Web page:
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Friday, November 27, 2009

Turn me loose; I gotta do it my way...

We had planned to keep the boys in the pen-itentiary ‘til Christmas but it was such a nice, mild, fresh-air weekend that the Farmer took pity on them.
“I’m going to turn one of the rams out. Which one do you want me to release?” he asked, as we cruised down Pattersons’ Corners Road in the F150.
“Why don’t we give Rambi a chance?” I suggested.
“Rambi doesn’t know what the hell he’s doin’. I’m letting Rambo out,” he said.
“Hon...why did you even ask me?”
“I’m sittin’ here wonderin’ the same thing, darlin’.”
The Farmer likes to make me feel involved in the farming decisions. But the fact that he had adopted my habit of calling the animals by name was not lost on me.
When we returned to the farm we went our separate ways, doing our favourite weekend things. I took Cody the noble farm dog on a quick hike, and the Farmer sent smoke signals with his burn barrel.
Later I caught up with him in the lambing pen where the rams had been happily ensconced for close to four months. He had just released the senior ram, Rambo, minutes earlier. The ram was already on the job, his nose crinkled in a perma-sniff. The females circled around him, awaiting their turn. Even the ewe lambs seemed to catch on to the routine. Ram sniffs ewe’s tail, ram sidles up and licks ewe behind the ear, and if she stands stock still, he mounts her for about ten seconds. The red chalk box he has strapped to his chest leaves a telltale marking on her rump. If the ewe refuses to stand still, however, the ram stamps his foot in disapproval, grunts at her and moves on to the next candidate.
Watching Rambo in action, I thought, “is that it?” I mean, the women had been waiting for months to see him. I’m sure some feared the worst. They thought he had been given a ticket for the eternal holiday. When he finally emerged from his jail cell / man cave, there must have been rejoicing among the ewes.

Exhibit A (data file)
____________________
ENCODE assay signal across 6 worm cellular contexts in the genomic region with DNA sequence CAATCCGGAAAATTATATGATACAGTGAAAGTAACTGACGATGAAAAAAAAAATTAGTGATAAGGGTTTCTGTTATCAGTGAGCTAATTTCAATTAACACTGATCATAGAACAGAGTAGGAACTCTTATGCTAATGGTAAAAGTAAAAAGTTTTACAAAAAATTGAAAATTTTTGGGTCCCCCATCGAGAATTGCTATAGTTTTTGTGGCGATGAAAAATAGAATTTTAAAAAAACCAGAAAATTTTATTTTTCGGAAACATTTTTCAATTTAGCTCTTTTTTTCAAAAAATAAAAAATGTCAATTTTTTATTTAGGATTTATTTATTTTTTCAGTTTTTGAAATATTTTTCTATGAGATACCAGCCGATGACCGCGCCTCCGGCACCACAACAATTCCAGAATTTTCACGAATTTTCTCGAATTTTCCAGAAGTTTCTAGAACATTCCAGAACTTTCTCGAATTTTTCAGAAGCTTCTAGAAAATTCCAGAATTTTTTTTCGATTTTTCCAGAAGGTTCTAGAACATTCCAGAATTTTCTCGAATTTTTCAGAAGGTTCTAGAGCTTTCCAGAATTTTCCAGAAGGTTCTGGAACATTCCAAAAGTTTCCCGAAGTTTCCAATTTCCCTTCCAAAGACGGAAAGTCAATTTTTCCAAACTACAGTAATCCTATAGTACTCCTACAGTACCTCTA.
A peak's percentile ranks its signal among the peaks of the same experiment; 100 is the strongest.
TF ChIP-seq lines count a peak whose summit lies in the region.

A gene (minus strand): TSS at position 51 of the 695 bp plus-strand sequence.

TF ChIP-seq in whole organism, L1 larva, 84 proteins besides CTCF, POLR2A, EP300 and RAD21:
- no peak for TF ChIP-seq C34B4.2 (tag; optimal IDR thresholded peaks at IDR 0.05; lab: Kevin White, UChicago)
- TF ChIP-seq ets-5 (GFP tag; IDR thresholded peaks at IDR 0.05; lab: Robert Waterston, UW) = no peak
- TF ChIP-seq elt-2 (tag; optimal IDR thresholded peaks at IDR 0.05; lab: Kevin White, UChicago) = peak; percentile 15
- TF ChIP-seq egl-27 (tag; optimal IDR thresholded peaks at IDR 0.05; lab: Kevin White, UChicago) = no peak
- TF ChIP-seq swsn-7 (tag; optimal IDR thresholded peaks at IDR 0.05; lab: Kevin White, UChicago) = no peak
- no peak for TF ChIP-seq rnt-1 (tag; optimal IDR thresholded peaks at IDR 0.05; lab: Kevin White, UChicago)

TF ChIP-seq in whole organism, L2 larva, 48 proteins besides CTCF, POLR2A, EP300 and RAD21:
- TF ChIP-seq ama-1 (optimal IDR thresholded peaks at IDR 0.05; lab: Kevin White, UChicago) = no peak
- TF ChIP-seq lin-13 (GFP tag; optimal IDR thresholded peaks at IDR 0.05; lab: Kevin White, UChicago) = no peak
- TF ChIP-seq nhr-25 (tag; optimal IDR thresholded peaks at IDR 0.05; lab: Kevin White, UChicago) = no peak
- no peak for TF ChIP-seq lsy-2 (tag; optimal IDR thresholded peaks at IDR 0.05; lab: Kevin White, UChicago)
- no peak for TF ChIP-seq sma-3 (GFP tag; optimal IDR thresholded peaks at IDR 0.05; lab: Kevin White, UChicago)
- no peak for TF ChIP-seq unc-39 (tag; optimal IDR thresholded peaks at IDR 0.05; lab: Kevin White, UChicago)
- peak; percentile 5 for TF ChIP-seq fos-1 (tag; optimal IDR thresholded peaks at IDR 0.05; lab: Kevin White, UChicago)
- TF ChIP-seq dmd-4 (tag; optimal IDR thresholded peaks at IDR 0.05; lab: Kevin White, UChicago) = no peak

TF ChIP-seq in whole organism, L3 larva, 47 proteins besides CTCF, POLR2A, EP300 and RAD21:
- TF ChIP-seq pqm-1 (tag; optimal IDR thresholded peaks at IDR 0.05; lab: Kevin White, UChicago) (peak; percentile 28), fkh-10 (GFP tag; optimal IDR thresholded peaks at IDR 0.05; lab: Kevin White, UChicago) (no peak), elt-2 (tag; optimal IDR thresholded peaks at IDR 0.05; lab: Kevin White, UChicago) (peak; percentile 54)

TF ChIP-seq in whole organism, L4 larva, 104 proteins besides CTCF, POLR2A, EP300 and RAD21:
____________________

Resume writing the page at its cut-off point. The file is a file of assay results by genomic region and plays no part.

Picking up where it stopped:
After they have been mated, the marked ewes follow closely behind Rambo like his own personal fan club. He sneaks up on unsuspecting females now, growing ever more wily at his game. The ewes stand in a row as they feed on the pasture. Rambo moves along behind them, silently going about his work. After one of the ewes is mounted, she turns to her neighbour and says, “That’s odd. Louise, did you feel something? My goodness. Mosquitoes at this time of year.” Looking behind her, she sees nothing. So she returns to eating, the red mark of truth emblazoned on her backside.
Meanwhile, back at the ranch, Rambi is panicking. If there is one thing sheep hate, it’s being alone. As the Farmer approaches, the junior ram tries to launch himself out of the window.
“Tell me again the reason behind separating them?” I ask my husband.
“If I don’t, they just might kill each other,” the Farmer explained.
“Well he doesn’t like being alone.”
“I know. That’s why you’re going to bring your ewe lambs in here to keep him company.”
“Ok. But only if he promises to be gentle. It’s their first time.”
That’s when the Farmer gave me his look. The look that lets me know he is growing tired of indulging me.
“I don’t know how you’re going to get them in here,” he said.
I looked at him, amazed at how he underestimates my shepherding abilities. I opened the gate and looked at my 12 lambs, who were gathered around the door in the hopes of getting some hay or corn tossed to them. No matter how “dumb” people say sheep are, they do have a memory.
I knickered and clucked, made kissing noises, and called, “here Chicken, here, chick, chick, chick.” I heard something like a snort behind me. I wheeled around to face my husband as the 12 sheep nervously scuttled into the aisle. We put 5 in with Rambi, and the other 7 were put in a neighbouring pen, with instructions to watch and learn.
Poor Rambi. I think the only way he is going to get lucky is if one of his Sheilas gets her head stuck in the feeder. He spent the rest of the afternoon chasing the girls in circles, I’m sure. We’ll have to watch he doesn’t lose too much weight from all of this exercise.
We let Rambo out on November 22nd, so the lambs are due the 22nd of April. This is my first winter as a farmwife where I will be able to stay inside, curled up by the fire reading a book instead of trudging out in the snow to bottle-feed newborn lambs.
I’m sure I’ll find plenty of other things to keep me busy over the next few months. I’m supposed to be putting a book together from all of these columns, for one thing. It keeps getting pushed aside but in the dead of winter there won’t be many excuses.

You can send the Farmwife a note at: dianafisher1@gmail.com.

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